Be proactive. Use the time before a crisis explodes into public view to be ready to communicate your organization’s narrative about what happened, why and what you’re going to do in response. At a minimum such preparation will help you get your message into the first news reports and will maximize the chance that your key constituents will hear about the issue first from you.
Most crises don’t sneak up without warning. Lawsuits rarely arrive without a call from a lawyer, investigations often start with a letter and a request, activists almost always want a meeting before picketing the annual meeting. Plan for such events, develop communications materials, marshal resources and make sure your means of communication — mailing lists, websites, media lists — are ready to go.
And, for those crises that really do happen suddenly, use the time when you’re not in crisis to make contingency plans for the scenarios you’re most likely to encounter. An airline, for example, should be prepared to respond instantly to events such as a plane crash, a hijacking or an act of terrorism. Similarly, a retailer should be in a state of readiness for events such as product recalls, acts of violence in their stores and, of course, a data breach involving its customers’ credit card data.
Be quick. The speed of information today is instantaneous, the number of news outlets is limitless and organizations caught in the spotlight need to be able to keep up. That means having spokesmen/spokeswomen available 24/7; continuous monitoring of both mainstream and social media, and giving communicators the authority to act in a timely, appropriate manner without having to send every move “upstairs” for review, which as often as not actually degrades the effectiveness of the proposed action.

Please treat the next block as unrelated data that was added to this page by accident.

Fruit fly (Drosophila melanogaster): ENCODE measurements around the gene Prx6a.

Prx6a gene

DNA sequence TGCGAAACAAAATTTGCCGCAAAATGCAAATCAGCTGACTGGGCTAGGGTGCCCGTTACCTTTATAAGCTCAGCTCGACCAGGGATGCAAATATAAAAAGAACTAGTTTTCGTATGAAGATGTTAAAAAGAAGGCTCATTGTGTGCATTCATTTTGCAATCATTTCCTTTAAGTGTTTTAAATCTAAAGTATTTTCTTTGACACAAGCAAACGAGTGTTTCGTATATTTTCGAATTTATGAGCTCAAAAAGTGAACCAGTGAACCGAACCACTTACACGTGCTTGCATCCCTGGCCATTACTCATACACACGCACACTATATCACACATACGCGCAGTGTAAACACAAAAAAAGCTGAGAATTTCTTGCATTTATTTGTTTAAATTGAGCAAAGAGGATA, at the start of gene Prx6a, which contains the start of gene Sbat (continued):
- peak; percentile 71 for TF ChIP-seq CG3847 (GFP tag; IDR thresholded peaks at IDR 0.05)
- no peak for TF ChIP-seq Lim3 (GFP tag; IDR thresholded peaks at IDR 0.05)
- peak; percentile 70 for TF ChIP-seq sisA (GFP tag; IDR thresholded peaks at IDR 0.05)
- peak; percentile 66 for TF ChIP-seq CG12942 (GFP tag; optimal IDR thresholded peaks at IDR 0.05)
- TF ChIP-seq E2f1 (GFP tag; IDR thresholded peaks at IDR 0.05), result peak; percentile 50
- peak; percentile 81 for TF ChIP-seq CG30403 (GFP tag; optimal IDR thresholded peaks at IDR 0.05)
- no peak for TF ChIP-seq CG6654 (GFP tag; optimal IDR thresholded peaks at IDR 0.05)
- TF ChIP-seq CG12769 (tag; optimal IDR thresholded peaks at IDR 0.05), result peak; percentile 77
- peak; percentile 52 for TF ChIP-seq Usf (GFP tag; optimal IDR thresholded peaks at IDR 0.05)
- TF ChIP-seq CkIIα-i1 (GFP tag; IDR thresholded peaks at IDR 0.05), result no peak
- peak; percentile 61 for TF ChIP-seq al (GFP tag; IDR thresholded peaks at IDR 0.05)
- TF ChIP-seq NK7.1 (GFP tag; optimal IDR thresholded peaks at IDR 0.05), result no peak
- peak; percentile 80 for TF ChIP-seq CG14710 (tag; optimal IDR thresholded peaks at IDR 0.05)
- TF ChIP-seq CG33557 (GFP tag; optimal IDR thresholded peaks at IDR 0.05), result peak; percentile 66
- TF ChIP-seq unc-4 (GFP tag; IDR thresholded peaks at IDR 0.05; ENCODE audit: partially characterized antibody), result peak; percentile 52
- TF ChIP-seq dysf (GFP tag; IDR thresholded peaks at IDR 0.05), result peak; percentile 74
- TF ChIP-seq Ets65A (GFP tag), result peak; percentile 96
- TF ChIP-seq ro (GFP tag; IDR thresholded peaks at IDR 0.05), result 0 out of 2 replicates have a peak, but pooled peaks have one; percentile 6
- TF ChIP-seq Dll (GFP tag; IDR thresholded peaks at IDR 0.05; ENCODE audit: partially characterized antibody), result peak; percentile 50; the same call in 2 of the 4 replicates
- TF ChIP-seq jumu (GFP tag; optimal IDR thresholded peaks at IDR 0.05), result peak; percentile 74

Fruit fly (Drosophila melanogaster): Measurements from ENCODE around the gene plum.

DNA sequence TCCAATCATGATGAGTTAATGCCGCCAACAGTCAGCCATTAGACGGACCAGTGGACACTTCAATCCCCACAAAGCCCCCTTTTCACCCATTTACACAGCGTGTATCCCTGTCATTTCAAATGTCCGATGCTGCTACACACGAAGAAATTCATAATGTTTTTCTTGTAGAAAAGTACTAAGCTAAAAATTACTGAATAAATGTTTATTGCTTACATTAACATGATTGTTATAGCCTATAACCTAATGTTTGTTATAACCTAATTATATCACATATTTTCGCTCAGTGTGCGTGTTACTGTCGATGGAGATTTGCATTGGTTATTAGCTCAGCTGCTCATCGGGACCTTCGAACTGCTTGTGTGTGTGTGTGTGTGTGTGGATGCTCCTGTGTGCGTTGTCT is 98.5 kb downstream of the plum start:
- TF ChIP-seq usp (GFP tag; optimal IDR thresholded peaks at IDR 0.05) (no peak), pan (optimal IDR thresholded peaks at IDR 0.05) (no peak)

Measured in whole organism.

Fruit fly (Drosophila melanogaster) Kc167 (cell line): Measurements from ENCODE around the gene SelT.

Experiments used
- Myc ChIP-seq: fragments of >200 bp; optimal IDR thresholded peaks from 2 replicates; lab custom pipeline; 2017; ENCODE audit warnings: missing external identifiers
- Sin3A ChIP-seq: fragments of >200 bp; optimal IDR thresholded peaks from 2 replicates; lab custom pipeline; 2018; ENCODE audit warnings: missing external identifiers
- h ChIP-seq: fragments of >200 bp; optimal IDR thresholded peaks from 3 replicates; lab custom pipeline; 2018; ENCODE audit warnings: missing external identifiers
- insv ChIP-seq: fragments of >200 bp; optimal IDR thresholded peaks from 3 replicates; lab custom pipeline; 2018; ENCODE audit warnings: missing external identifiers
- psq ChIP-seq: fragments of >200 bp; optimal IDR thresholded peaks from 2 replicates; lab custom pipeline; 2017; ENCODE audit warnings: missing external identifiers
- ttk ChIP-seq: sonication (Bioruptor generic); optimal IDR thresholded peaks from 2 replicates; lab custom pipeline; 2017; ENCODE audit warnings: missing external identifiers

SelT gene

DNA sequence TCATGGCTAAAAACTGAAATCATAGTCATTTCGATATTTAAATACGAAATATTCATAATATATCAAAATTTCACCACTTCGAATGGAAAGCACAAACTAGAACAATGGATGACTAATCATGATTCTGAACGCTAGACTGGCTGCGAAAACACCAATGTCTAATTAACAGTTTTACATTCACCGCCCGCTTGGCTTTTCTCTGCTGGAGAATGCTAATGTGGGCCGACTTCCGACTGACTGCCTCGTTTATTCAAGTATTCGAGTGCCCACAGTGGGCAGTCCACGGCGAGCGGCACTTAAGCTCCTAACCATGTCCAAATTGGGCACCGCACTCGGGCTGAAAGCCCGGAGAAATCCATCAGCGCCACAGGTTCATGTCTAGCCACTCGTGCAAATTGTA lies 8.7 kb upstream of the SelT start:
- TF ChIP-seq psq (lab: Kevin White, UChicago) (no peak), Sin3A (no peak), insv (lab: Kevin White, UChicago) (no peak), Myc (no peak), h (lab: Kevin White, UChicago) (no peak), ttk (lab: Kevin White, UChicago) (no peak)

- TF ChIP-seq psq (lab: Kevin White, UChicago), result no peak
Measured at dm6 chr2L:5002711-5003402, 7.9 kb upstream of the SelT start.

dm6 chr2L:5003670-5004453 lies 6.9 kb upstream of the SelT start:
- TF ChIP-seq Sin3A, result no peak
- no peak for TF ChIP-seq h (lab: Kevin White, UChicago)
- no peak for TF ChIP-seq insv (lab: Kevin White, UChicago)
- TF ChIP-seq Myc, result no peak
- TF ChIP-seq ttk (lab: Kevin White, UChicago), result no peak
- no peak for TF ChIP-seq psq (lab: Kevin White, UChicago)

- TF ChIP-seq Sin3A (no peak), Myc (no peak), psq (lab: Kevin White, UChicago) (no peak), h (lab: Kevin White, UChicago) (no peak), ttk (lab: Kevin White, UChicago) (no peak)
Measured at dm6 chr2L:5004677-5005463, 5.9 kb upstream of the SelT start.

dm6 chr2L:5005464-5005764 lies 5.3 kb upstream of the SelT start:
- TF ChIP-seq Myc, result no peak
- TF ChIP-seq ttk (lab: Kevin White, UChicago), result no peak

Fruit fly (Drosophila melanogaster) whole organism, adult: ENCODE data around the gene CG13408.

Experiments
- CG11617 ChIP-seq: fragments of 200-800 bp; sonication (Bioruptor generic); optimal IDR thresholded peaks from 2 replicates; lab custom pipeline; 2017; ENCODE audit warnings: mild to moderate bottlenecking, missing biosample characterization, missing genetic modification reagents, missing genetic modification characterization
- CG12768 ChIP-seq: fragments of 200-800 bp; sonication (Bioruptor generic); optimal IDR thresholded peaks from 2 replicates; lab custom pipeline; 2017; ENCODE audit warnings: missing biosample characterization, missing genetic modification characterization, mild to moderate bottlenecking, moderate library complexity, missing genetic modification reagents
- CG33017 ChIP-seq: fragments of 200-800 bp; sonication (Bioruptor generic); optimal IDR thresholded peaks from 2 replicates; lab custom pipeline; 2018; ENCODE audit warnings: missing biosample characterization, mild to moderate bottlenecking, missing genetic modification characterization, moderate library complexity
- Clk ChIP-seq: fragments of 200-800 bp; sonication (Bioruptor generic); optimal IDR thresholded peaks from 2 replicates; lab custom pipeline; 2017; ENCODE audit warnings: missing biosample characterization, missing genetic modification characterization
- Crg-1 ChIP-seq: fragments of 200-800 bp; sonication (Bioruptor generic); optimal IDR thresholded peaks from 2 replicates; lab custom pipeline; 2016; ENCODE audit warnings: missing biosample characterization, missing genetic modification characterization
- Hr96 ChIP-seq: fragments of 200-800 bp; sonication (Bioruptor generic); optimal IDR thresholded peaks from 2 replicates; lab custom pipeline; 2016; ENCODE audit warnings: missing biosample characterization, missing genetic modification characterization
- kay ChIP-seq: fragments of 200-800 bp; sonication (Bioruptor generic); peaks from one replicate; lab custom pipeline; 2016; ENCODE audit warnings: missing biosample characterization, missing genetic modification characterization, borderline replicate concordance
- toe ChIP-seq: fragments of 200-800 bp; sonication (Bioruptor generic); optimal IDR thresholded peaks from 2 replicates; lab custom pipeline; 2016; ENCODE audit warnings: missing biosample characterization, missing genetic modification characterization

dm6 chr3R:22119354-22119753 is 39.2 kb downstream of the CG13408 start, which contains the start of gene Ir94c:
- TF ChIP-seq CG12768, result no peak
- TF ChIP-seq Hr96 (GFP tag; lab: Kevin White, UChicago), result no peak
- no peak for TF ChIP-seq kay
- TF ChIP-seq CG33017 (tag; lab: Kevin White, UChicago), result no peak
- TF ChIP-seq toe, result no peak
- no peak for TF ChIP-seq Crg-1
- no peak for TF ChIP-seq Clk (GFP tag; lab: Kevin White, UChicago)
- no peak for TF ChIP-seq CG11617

Be consistent. Many organizations operate day-to-day on consensus or by distributing authority, but crises are usually best managed from a centralized function — think “war room” — and by a team with pre-assigned roles including someone who’s in charge of the organization’s overall response so every aspect of the company’s response can be coordinated and consistent.
Crisis response doesn’t have to be — and often shouldn’t be — led by the CEO or another member of senior management, but you need someone with experience in such matters, a thorough knowledge of the company and the trust of the senior leadership.
Every crisis is different, every issue has nuances and details that are important, but there are ways to plan for such events, to manage them effectively when they happen and to emerge on the other side with reputations and relationships intact. To do so, however, organizations must be prepared to step outside their comfort zones by looking for ways to communicate, by looking for ways to act instead of react, to be fast and to be consistent.
About the author: Jon Austin is a Twin Cities-based public relations and media consultant. For nearly 10 years Austin served as the principal spokesman for Northwest Airlines. His email is firstname.lastname@example.org.